The Moscow Arbitrazh Court recognised a Dutch court decision based on the principle of reciprocity, although no treaty on recognition and enforcement of state-court judgements is in place between the Netherlands and Russia (Moscow Arbitrazh Court, Judgement of 19.06.2019, A40-68312/2018).
Background to the case
Stichting Administratiekantoor Nems trust foundation (Netherlands) obtained a judgement against a Russian debtor under a share purchase agreement in the District Court of Amsterdam.
As the debtor went into bankruptcy the dutch foundation applied to the Arbitrazh Court of first instance in Russia to include its claims in the Creditor’s Claims Register. The courts of first and appellate instance recognized the decision of the District Court of Amsterdam in respect of the debtor and included the claims in the Register.
Position of the court on the disputed issue
The Dutch decision was not a decision resulting from insolvency proceedings. Despite this fact, the Arbitrazh court made reference to Art. 1 (6) of the Russian law on insolvency proceedings. This provision states that foreign insolvency decision are recognised in Russia on the basis of reciprocity. In this case, the court may have been mislead by this provision and applied the principle of reciprocity to the question of a „usual“ payment judgement.
According to the provision of the Article 1 (6) of the Russian Federal Law “On insolvency (bankruptcy)”:
“The foreign court judgments in the insolvency (bankruptcy) cases shall be recognized in the territory of the Russian Federation in compliance with the international agreements of the Russian Federation.
In absence of the international agreements of the Russian Federation the foreign court judgments in cases on insolvency (bankruptcy) shall be recognized in the territory of the Russian Federation on the basis of reciprocity unless otherwise is provided for by the federal law.“
The courts indicated that the absence of an international treaty on the mutual recognition of judical decisions between the Russian Federation and the Kingdom of the Netherlands itself was not a sufficient ground to refuse recognition. So in this case the decision shall be based on the principle of reciprocity. As evidence of reciprocity, the Foundation has submitted to the Court of First Instance a judicial act from the city of Amsterdam (С/13/653973/KG, ZA 18-953, CdK/JvS), which took into account the claim to the debtor based on the decision of the Nikulinsky City Court of Moscow. The creditor also presented precedents of the Supreme Court of the Russian Federation, according to which the Supreme Court of the Russian Federation establishes the reciprocity between the Russian Federation and the Kingdom of the Netherlands.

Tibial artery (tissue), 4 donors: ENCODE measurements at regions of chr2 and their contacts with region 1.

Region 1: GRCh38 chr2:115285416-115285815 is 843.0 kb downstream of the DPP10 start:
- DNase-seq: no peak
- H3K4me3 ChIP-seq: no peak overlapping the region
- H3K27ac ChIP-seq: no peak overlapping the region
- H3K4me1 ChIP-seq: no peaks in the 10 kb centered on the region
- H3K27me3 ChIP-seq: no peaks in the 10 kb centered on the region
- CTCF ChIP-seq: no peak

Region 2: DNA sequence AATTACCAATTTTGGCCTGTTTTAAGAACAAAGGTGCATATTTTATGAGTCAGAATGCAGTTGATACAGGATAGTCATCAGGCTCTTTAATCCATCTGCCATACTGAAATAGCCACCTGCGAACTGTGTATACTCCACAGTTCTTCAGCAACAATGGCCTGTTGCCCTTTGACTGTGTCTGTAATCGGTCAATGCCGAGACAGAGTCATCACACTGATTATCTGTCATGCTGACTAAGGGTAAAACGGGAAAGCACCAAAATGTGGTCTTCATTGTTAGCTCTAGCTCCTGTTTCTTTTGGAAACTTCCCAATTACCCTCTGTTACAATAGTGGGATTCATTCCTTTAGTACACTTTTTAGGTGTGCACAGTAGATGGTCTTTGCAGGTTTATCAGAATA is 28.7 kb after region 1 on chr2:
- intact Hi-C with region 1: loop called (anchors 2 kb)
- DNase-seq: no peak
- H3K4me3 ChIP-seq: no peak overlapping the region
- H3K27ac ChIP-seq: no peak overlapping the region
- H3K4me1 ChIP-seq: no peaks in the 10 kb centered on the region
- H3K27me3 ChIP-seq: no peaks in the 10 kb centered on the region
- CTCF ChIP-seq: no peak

It might not be possible to draw any general conclusion from this decision as it was rendered in the context of insolvency law. However, Russian case law where foreign judgments are recognized regardless of the absence of bilateral treaties specifically providing for their recognition is generally building up. During the past couple of years the courts in Russia have upheld the recognition of foreign judgments or at least follow the same line of reasoning on at least two other occasions (see Arbitrazh Nortwestern Court, Judgement of 06.05.2019, A56-81157/2015 enforcing a judgement of an English Court and Moscow City Court with the same argumentation of 10.04.2019 in 33-14092/2019).
In March 2020 the Moscow Arbitrazh Court refused to recognize a judgement of a Belgian court citing lack of international treaties with Belgium. No consideration whatsoever was given to granting recognition on the basis of the principle of reciprocity. The word „reciprocity“ does not appear even once in the decision.
Russian case law in this field therefore remains unclear und inconsistent. Whereas the situtation with regard to Belgian and Dutch decisions should be the same, they were treated differently. The reason in this case may be the insolvency context of the Dutch decision which may have mislead the Arbitrazh court to apply the principle of reciprocity, however, it seems an overinterpretation to assume that this would apply to all Dutch decisions seeking to be enforced in Russia.